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April 23, 2015 (Website Under Construction)

Program Scope

Program Goal & Objectives

The goal of ISU's Records and Information Management (RIM) Program is to fulfill legal requirements by bringing each academic and administrative unit of the University into basic compliance with relevant laws and requirements. Records can be effectively managed throughout their life cycle * (creation, maintenance and use, and disposition). Records management techniques include managing files, determining retention periods, furnishing inexpensive storage, and disposing of records or transferring permanent records to University Archives. (click image to enlarge)


Records Management may seem like a set of new concepts, but, for the most part, every office on campus already practices some type of records work as a matter of course: making purchases; handling things like travel, payroll, and grades; and the hiring, evaluation and promotion of faculty and staff. Everyday records are created in a number of formats. It is important to realize that once they are in use throughout ISU, the ISU Records Retention Schedules will result in consistent, efficient maintenance of the records that are vital to the continued success of the University.

Getting Started at ISU

Beginning in May 2000 Idaho State University initiated an institutional Records Management Program.  While guided by the State Board of Education Higher Education Records Management Guide, a number of factors have influenced the progress of the Records Program at ISU.  To date, the focus of the first stage, the institutional survey, has been on areas in critical need of relief from older records, either through approval for destruction, or transfer to University Archives.  These areas include: Office of the Registrar, Human Subjects, Financial Services, Graduate Studies, Physical Plant, and some portions of the College of Technology.  A physical inventory of the holdings of the University Archives has also been undertaken.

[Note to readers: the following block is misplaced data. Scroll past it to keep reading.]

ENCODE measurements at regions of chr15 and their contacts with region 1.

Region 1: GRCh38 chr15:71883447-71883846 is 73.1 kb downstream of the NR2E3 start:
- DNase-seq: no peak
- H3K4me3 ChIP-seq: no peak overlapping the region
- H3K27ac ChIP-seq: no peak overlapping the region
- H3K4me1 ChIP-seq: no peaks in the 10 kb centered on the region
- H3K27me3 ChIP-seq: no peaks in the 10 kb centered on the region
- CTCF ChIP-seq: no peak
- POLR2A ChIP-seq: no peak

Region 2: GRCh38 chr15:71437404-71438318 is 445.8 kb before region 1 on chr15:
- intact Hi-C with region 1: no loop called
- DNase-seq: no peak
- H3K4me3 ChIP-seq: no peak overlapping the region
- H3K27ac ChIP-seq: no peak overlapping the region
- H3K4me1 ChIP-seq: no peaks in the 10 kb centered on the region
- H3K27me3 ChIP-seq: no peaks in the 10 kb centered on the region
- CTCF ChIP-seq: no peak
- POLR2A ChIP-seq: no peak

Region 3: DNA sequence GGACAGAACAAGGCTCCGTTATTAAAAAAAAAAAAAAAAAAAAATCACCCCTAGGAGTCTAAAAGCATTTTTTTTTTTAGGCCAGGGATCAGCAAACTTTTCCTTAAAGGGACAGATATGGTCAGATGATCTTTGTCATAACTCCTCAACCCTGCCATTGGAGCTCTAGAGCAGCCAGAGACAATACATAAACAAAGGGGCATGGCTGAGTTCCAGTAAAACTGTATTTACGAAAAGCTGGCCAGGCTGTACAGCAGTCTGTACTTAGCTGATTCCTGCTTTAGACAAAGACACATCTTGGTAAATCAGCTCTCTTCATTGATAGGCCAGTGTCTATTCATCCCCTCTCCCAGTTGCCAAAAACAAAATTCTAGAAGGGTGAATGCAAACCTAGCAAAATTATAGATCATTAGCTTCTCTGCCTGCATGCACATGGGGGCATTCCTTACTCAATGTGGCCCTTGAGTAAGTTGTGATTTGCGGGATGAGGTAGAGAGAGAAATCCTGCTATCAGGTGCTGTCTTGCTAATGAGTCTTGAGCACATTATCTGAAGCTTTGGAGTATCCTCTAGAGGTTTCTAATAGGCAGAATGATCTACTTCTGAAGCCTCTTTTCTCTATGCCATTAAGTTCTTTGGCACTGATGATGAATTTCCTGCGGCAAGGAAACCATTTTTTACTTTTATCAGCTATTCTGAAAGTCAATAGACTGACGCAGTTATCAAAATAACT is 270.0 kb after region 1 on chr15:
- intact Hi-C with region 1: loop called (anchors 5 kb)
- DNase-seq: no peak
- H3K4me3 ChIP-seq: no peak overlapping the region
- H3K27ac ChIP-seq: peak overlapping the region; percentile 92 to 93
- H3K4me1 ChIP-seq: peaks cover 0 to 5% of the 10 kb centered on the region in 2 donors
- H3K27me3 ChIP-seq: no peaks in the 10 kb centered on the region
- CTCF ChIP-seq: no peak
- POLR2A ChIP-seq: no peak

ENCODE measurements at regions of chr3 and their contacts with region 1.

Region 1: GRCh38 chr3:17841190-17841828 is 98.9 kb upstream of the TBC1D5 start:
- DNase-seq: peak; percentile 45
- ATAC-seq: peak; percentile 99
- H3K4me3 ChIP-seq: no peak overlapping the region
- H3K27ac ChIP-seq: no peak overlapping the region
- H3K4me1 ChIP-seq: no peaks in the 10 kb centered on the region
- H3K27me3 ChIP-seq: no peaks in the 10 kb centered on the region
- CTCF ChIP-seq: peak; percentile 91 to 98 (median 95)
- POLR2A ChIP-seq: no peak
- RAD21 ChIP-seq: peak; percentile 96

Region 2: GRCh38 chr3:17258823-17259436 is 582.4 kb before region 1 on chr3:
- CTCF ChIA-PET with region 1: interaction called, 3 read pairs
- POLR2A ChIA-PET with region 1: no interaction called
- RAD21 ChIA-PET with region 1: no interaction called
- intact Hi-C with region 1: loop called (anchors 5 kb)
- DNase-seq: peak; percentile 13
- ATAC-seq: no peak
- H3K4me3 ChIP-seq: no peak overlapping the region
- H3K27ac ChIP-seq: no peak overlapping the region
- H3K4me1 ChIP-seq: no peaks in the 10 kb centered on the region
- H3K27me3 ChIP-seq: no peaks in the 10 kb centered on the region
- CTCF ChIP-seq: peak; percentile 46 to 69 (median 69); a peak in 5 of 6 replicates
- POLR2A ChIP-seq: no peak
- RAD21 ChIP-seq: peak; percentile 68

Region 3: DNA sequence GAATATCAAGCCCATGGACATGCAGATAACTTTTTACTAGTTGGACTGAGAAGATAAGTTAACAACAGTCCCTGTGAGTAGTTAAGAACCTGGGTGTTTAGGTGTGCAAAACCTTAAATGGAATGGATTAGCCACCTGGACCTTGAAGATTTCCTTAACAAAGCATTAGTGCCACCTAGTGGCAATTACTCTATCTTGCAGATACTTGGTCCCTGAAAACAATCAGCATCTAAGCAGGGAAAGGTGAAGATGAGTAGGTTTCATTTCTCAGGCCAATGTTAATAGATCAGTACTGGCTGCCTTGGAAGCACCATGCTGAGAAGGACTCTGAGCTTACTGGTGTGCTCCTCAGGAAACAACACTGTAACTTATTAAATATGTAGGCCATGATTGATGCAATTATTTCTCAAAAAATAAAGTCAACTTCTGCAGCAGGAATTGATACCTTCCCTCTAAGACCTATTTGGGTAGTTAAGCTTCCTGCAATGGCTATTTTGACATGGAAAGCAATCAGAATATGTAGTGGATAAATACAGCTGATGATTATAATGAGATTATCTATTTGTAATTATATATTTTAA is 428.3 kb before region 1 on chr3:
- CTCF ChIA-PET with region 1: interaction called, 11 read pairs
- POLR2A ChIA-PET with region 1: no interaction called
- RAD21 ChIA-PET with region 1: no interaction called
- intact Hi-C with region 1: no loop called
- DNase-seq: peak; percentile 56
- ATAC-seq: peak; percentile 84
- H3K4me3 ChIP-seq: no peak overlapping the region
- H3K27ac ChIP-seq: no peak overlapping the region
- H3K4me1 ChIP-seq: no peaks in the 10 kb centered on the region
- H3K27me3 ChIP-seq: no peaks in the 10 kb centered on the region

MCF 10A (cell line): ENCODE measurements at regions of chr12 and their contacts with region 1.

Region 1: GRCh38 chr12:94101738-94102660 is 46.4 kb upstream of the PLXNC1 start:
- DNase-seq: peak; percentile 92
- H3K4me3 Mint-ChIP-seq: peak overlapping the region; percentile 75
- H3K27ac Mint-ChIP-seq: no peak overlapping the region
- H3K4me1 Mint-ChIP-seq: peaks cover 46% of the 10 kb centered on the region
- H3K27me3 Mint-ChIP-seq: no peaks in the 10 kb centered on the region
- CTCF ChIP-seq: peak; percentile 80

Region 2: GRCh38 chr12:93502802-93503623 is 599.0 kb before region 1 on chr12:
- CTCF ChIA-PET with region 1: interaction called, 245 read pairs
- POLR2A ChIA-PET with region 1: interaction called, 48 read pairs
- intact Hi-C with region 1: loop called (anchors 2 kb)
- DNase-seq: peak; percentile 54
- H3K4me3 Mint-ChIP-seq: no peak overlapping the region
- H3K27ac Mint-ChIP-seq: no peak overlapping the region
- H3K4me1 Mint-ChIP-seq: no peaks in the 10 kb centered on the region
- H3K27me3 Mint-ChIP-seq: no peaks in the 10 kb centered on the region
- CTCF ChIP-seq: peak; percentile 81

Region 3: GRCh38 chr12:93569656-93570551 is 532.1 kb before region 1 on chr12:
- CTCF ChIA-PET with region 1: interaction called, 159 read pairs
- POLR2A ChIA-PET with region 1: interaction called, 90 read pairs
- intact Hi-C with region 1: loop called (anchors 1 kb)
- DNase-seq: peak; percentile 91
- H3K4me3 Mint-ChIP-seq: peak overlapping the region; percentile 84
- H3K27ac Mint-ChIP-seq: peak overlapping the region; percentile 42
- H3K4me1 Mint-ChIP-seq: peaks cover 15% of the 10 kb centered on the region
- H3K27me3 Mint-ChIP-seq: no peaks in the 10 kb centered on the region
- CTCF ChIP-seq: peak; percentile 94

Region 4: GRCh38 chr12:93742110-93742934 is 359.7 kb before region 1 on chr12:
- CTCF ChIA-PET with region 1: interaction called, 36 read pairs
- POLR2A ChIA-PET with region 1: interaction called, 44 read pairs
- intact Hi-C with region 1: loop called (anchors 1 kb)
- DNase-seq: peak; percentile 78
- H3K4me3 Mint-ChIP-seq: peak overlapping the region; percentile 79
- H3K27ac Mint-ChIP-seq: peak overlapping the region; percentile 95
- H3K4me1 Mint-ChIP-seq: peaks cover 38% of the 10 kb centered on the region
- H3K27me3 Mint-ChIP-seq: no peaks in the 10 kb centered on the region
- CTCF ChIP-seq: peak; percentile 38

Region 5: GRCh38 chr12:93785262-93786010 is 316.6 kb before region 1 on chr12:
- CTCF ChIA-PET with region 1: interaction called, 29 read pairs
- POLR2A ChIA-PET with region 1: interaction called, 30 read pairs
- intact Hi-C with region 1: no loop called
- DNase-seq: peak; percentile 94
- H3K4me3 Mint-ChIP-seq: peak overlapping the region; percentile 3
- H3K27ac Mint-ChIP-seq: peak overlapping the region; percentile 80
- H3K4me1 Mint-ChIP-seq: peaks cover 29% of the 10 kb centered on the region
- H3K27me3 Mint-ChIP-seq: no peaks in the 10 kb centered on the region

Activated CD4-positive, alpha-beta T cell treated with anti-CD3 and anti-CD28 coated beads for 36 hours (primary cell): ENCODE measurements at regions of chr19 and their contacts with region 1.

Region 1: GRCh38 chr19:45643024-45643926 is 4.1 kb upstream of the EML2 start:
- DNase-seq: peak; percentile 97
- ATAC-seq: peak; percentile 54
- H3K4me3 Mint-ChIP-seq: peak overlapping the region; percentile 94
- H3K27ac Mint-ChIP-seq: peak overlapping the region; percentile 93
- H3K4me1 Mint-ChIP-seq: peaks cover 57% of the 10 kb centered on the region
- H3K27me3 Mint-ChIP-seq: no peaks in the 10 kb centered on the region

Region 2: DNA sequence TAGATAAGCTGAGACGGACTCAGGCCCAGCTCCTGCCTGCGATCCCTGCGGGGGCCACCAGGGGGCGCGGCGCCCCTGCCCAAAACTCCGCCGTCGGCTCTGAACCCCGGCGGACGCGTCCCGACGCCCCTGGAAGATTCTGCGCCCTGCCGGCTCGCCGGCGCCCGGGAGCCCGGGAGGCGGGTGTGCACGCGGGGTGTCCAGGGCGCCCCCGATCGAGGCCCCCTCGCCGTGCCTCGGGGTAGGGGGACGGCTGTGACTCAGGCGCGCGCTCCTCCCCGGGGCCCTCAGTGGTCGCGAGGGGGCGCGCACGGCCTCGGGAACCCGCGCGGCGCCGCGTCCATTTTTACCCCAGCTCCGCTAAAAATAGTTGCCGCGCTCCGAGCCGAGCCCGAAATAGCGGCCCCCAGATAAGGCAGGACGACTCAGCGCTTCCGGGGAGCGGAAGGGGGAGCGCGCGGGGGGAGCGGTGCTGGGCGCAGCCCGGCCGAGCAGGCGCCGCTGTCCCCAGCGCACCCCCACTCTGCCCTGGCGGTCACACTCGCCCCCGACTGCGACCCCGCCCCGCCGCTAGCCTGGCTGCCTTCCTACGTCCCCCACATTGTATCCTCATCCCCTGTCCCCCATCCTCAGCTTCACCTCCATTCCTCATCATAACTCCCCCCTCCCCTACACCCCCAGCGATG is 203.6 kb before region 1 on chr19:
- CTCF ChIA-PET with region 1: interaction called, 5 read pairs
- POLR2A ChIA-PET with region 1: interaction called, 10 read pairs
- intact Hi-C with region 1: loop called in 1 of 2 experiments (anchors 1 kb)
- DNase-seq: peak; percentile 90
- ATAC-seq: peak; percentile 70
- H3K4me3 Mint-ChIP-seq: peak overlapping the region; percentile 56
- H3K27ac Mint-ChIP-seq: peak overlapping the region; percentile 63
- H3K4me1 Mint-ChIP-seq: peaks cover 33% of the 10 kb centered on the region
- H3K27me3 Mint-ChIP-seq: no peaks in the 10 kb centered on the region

Office Visits

The Records Manager has visited offices across campus performing surveys of the record types/series, which ISU commonly produces.  Many offices have participated. A demonstration project in the College of Technology took place during Fall 2001 and Spring 2002.  About 60% of the College of Technology's records have been surveyed to date.

Records Surveys and Inventories

These processes are described elsewhere, at Records Inventory.  Time is involved to do this properly, but the benefits have already been felt in offices across campus.  23 tons of outdated records were approved for destruction from Financial Services' records and destroyed by a vendor in October 2001.  Other offices have avoided the purchase of additional file cabinet since they discovered they were maintaining files they did not need.  One office has located a set of records from the earliest years of the University, thought to be long-lost.


Briefings on how to survey and inventory records, and answers to common questions about records life spans, security and confidentiality are given during office visits.  In the future, more formalized workshops will be given at regular intervals to present these concepts more widely, and to give updates on requirements as rules change.

What to expect

In the coming months each area of the University will be visited.  For many departments these visits may only be with their main office, with departmental staff conveying records guidance and information at appropriate times for other staff and faculty.  This does not mean that individuals are discouraged from contacting the Records Management office directly.  Please do.


Once the records surveys have been gathered a summary document will be compiled that shows which records departments routinely create and maintain, and how long they should be kept.  An ISU-wide version of this document, upon approval, will go to the State Board of Education for approval.  Following that approval, departmental sections will be created for ease of use.  Until this process is complete, please contact Records Management with questions about how long to keep records.

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